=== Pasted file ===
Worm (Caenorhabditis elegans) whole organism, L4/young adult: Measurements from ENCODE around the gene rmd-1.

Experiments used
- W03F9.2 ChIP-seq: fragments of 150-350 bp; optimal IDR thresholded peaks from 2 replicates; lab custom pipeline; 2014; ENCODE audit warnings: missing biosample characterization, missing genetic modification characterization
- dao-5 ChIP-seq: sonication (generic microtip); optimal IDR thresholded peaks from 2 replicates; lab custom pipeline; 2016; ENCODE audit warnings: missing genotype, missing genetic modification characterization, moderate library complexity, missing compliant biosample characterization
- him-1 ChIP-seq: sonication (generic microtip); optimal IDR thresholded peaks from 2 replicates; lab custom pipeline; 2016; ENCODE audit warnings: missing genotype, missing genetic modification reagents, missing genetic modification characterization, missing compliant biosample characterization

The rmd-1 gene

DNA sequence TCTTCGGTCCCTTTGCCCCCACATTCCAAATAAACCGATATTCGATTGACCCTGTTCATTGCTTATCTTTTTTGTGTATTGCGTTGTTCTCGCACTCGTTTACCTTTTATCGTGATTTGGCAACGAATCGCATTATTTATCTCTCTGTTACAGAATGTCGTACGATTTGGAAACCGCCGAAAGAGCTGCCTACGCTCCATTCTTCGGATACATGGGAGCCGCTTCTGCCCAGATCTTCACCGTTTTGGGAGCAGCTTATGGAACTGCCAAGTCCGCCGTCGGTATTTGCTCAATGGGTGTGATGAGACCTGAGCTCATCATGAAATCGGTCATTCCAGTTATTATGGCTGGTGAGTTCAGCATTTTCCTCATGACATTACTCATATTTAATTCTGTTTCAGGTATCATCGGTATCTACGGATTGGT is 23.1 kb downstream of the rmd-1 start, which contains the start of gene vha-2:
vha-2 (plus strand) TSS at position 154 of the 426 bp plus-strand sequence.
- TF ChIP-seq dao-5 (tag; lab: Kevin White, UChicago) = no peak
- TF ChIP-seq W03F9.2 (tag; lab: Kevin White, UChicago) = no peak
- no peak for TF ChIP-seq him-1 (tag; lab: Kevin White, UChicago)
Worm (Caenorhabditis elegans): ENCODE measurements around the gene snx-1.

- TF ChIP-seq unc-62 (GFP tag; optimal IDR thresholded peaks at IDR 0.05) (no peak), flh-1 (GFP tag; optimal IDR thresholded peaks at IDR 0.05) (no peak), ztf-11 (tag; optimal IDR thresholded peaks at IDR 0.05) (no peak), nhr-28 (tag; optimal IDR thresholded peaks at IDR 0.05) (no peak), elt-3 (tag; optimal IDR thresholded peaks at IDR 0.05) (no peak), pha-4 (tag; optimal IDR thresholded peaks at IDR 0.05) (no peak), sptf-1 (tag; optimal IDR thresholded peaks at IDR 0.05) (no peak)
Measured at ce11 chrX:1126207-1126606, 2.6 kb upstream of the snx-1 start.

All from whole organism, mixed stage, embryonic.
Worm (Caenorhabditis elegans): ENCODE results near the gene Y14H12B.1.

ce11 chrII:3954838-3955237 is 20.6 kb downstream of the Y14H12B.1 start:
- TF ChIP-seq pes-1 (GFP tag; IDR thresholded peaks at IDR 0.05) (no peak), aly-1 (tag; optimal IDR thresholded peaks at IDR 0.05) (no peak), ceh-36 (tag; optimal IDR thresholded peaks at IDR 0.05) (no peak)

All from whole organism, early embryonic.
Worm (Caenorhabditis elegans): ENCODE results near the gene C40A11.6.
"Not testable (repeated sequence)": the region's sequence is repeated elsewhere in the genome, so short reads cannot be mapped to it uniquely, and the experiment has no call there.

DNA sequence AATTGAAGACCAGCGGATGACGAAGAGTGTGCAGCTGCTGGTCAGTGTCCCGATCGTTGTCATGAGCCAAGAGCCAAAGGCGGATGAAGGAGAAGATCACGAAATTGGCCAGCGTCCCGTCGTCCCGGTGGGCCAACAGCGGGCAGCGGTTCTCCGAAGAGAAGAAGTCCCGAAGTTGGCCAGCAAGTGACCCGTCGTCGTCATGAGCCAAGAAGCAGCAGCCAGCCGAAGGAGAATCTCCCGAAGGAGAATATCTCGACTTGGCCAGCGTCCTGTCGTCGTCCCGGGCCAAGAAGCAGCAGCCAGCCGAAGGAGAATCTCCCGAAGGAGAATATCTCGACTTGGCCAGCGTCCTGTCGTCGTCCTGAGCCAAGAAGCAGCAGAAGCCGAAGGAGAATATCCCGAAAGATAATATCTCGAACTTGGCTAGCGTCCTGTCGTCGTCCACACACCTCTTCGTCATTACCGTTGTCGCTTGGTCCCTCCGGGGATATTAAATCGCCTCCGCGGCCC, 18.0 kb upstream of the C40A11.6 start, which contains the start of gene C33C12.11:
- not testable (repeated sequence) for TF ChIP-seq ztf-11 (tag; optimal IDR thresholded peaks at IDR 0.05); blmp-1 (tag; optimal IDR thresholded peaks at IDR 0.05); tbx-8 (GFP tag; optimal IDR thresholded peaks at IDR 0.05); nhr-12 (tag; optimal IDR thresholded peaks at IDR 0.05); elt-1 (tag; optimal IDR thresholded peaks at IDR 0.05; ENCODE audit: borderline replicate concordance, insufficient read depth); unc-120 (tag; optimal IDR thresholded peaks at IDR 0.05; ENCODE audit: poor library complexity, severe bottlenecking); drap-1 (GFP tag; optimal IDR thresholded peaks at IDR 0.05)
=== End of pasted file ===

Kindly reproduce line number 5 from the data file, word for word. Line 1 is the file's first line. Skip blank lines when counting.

- him-1 ChIP-seq: sonication (generic microtip); optimal IDR thresholded peaks from 2 replicates; lab custom pipeline; 2016; ENCODE audit warnings: missing genotype, missing genetic modification reagents, missing genetic modification characterization, missing compliant biosample characterization